RSC actors talk of love for company
Actors at the Royal Shakespeare Company (RSC), which is opening its newly revamped theatres in Stratford-upon-Avon, have been speaking about what the company stands for.
Internationally renowned, the RSC draws tourists from across the globe, many of whom experience their first "live" Shakespearean performance.
Actor and RSC board member Noma Dumezweni, recently seen in A Winter's Tale, said she remembered being told she had been given a job with the company.
She said she walked for miles after receiving the call in London as she was too excited to get on to the Tube.
One of her first parts was in Much Ado About Nothing.
She only had a small role, but when she was given the shoes with her costume she was thrilled to discover they had once been worn by Dame Peggy Ashcroft.
"It's little things like that," she said.
"There is a history that is passed down and just to be a part of that lineage is so exciting for me," she said.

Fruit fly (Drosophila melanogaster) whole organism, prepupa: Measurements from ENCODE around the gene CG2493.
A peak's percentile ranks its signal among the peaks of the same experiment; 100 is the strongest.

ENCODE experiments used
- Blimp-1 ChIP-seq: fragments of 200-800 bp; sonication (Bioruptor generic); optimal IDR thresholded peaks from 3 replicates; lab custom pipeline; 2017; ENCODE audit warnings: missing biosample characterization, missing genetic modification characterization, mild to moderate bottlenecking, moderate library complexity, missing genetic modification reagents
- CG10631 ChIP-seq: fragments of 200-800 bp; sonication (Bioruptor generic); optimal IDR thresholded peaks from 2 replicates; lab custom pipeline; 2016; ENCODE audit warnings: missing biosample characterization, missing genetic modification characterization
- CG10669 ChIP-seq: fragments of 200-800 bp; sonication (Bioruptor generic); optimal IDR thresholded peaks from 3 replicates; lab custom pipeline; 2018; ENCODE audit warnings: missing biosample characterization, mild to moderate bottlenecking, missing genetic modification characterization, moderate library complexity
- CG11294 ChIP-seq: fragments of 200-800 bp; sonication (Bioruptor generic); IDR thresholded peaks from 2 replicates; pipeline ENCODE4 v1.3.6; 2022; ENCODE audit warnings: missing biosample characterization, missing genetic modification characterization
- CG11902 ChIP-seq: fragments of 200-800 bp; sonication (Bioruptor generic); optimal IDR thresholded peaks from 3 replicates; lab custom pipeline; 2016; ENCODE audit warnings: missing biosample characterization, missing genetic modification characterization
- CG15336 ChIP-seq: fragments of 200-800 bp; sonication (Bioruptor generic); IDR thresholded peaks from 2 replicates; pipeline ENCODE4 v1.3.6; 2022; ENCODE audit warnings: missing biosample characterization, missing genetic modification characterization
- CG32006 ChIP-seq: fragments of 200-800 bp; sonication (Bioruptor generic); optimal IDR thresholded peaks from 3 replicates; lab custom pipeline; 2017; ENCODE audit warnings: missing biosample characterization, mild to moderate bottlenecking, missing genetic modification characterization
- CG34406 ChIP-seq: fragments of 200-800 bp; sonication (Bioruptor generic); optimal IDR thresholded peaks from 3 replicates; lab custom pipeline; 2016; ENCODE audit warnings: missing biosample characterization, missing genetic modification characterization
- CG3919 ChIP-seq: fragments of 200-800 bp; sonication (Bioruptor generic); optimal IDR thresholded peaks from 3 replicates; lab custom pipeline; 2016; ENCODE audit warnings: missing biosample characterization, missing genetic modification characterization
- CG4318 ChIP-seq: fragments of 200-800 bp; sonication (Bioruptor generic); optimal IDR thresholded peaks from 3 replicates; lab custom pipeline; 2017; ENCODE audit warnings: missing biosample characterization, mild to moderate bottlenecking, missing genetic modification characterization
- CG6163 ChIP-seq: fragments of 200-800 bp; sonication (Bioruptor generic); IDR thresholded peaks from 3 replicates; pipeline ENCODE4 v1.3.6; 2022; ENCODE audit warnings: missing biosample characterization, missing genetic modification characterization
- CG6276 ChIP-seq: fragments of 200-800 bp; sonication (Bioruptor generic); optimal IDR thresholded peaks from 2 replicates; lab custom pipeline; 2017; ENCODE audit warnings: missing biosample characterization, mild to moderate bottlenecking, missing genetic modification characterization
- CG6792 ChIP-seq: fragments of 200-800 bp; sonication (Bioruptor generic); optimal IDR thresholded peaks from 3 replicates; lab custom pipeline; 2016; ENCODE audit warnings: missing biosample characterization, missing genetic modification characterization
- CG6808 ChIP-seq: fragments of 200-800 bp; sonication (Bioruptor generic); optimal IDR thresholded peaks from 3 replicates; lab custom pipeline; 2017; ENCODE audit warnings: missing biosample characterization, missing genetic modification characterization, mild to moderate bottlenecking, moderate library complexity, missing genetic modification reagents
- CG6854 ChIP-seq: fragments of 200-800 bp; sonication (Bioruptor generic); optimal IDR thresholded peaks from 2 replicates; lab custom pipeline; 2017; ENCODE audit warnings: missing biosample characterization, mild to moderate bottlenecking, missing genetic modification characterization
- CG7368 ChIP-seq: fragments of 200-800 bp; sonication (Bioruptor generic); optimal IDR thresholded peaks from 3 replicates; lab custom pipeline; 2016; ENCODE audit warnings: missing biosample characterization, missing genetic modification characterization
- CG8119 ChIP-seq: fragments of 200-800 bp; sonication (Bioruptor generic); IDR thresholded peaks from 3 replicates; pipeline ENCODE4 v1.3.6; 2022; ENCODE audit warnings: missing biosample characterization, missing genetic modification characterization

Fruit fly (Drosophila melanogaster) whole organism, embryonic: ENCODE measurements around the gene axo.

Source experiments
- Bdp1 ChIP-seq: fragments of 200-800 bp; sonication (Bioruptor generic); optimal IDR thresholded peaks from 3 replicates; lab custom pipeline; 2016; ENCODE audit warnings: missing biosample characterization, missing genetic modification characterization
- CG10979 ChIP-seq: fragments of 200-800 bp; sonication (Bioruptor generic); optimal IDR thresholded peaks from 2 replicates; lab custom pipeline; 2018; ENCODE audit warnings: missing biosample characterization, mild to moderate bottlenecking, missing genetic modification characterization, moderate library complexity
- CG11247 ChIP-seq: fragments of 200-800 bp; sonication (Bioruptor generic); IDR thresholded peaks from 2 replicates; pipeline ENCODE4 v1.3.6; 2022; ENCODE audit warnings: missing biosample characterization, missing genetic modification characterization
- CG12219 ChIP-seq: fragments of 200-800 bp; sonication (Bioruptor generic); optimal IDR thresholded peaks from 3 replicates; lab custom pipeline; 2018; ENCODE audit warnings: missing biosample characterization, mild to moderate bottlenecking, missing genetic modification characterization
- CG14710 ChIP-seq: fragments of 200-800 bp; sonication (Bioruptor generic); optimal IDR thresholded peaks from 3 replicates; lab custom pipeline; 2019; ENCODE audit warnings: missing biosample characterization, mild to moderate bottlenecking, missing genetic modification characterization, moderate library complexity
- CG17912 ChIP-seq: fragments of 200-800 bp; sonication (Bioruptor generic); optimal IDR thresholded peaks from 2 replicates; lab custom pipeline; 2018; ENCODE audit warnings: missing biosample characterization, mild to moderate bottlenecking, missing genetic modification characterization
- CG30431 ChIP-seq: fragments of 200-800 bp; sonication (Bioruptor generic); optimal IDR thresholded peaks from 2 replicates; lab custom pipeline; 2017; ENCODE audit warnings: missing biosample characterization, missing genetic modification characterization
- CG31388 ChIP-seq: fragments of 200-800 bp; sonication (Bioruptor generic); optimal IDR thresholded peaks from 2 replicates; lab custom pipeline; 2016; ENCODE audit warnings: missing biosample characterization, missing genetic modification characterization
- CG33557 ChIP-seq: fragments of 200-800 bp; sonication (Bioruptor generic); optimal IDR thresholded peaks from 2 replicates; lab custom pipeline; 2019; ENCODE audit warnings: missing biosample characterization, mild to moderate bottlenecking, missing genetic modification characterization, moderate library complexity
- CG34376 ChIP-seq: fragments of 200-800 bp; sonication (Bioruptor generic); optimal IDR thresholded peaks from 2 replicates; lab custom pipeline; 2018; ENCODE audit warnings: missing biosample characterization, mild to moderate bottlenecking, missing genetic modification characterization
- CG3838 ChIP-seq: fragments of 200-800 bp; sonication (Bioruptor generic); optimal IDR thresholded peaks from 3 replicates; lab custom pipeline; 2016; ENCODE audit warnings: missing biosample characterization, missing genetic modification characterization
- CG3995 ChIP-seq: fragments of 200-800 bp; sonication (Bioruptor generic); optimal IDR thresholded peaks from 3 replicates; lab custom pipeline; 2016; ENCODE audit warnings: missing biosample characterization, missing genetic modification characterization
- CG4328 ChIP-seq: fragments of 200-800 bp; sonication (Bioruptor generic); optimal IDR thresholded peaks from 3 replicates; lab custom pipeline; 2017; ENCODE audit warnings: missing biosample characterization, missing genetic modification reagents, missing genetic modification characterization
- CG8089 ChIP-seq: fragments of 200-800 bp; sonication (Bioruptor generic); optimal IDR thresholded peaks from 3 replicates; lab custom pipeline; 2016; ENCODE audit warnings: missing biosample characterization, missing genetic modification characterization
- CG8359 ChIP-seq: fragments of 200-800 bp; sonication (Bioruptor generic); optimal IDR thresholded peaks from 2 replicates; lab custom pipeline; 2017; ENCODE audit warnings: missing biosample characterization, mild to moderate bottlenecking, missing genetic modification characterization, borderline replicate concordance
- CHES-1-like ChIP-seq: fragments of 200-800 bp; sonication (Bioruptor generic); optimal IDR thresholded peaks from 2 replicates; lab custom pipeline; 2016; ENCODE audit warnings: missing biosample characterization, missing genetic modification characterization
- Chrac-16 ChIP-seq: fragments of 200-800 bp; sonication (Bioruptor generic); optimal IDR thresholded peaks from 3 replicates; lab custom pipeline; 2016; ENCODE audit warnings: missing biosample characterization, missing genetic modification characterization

Sir Antony Sher, whose performances in plays such as Richard III and the Merchant of Venice have impressed audiences and critics, described his first visit to to the RSC as one of the most significant experiences of his life.
Moving to Britain from South Africa, he made, with his mother, what he described as "a pilgrimage" to the theatre.
"It (the RSC) has been doing Shakespeare for a very long time with some of the top Shakespearians in the world," he said.
Shakespearian scholars are often involved in the process of staging a new play.
"We are in the enviable position of being able to offer the best Shakespeare available both for people in this country and visiting tourists," Sir Antony said.
Acknowledged as one of the most creative theatre companies, the ensemble has never been afraid to tackle Shakespeare with originality and indeed sometimes controversy.
Over the years they have entertained with not just Shakespeare and his contemporaries but also with Checkhov, Euripides, Ibsen, Pinter, David Edgar and many more.
It also puts on annual Christmas productions for children - the company is currently in rehearsal for Roald Dahl's Matilda - while its performances of Les Miserables still sells out 25 years on.
The RSC has also said it is committed to making Shakespeare accessible to everyone and has an extensive education programme.